• August 21st, 2019
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Art remains the privilege of a few - Julie


Steven Klukowski

KEETMANSHOOP—The Namibian Ministry of Youth, Sport and National Service and the Northern Cape Province Education Department from the Republic of South Africa, as part of its twinning agreement articulated in the recent State of the Region Address, last week offered dancing classes to //Kharas youth in Keetmanshoop aimed at connecting art with the academic curriculum.  

Dance instructor, Lizelle Julie, who is a district cultural officer at the education department, during theoretical sessions raised concern that art at an advanced level is in a way still only accessible for privileged learners in private schools, despite the fact that art and education are closely linked. 

“Through dancing we want to move a child away from the stagnant academic environment to an artistic one as a breakaway, becoming more creative and relaxing both the body and brain,” Julie argued. She further reasoned that an artistic child can improve their academic performance while an academic child can hardly excel in their artistic abilities.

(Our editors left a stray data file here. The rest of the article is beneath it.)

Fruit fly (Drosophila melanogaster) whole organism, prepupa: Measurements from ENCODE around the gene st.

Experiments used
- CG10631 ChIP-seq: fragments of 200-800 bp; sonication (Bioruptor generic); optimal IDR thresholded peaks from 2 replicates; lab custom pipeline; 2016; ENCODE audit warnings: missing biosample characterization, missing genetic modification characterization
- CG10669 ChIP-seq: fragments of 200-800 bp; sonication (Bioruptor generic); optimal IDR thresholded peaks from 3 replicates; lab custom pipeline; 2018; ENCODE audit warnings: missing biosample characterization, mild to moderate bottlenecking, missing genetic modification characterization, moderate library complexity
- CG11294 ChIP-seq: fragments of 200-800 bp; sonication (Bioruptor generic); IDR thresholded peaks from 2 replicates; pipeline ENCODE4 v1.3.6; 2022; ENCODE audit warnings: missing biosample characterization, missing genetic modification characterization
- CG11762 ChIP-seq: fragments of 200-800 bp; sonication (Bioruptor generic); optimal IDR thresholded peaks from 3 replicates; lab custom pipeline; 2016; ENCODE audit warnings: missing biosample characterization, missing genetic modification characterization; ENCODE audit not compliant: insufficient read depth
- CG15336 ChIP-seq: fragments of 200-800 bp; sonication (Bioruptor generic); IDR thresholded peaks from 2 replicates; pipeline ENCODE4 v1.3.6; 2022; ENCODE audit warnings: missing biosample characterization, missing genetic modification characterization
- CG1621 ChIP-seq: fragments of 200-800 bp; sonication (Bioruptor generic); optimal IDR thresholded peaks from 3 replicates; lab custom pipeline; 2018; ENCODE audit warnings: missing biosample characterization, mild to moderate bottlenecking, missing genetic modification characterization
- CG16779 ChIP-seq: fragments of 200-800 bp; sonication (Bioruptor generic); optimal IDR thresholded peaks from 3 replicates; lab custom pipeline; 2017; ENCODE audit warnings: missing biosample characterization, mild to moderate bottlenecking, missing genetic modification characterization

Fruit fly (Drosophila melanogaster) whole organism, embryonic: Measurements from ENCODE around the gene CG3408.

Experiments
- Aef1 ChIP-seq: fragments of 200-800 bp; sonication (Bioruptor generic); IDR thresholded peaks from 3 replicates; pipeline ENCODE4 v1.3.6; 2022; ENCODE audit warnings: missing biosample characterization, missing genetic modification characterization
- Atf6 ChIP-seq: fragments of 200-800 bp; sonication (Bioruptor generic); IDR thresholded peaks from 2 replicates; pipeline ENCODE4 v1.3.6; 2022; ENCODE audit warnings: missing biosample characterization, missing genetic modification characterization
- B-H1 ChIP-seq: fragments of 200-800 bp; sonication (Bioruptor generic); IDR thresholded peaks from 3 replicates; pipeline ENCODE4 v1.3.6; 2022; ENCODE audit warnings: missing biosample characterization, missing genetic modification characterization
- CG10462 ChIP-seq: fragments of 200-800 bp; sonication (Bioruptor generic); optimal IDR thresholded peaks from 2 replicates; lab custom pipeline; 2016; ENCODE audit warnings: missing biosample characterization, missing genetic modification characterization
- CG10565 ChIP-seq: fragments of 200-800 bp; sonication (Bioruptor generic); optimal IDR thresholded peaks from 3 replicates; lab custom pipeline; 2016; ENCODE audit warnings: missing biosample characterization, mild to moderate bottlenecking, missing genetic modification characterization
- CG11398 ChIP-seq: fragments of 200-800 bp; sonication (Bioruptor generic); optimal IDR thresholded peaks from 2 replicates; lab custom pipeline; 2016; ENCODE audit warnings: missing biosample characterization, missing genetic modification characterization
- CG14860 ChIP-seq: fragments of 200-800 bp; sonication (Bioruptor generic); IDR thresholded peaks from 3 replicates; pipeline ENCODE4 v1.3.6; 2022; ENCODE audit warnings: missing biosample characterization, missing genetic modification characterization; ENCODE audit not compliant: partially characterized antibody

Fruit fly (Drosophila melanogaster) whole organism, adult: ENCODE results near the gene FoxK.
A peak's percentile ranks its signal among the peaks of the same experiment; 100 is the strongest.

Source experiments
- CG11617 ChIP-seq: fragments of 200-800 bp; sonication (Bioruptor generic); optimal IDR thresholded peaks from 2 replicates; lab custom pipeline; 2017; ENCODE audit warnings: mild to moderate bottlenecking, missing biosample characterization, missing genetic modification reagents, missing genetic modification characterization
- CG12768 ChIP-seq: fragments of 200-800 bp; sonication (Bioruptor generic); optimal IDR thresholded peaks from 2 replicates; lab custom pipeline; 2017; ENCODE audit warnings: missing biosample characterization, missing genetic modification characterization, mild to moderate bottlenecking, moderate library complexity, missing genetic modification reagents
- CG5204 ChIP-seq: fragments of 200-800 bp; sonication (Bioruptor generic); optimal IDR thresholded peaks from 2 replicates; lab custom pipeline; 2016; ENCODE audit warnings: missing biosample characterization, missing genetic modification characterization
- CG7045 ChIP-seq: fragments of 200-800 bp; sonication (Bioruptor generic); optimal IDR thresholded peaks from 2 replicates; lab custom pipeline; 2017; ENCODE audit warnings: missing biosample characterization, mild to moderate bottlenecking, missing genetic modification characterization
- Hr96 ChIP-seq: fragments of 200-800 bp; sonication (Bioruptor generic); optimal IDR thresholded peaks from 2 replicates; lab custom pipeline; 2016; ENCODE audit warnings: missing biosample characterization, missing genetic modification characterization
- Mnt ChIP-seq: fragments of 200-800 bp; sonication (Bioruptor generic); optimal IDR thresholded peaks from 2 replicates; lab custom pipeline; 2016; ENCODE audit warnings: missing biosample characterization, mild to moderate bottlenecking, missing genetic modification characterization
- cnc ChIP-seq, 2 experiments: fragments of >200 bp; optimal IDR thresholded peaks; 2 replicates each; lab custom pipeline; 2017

“People have the tendency to regard art as a hobby or escape route from challenges they face, which is a wrong perception since art can, among others, allow one to express feelings (body language) and became more aware of their bodily functions,” said Julie. 

In addition, she said it was difficult to convince high authority decision-makers to include art as a subject equal to maths and science at both secondary and tertiary level. 

“The emotional benefits of art at school level can allow students to be refocussed and re-energised, which at the end will allow them to excel to their best levels academically since it (art) can boost the body, mind and soul,” the dancing instructor emphasized.

Julie articulated that art (dancing), in a common sense, stimulates brain functioning of the human body as it ‘forces’ the mind to memorise the sequence of steps and in addition the way the body should respond when exercising it. 

As a message to the youth, she encouraged them to use their artistic talents (dancing, singing, ballet) to the maximum to promote their body, mind and spiritual health.  

“Believe in yourself, ignore people criticising your physical (bodily) condition since we are all equally able to bring out our artistic inner self as a means of growing our inner self,” Julie said.
Caption (Julie): Lizelle Julie (seated) taking participants through dancing moves during a week-long training session in Keetmanshoop. - Photo: Steven Klukowski    
 


New Era Reporter
2019-08-13 07:07:57 8 days ago

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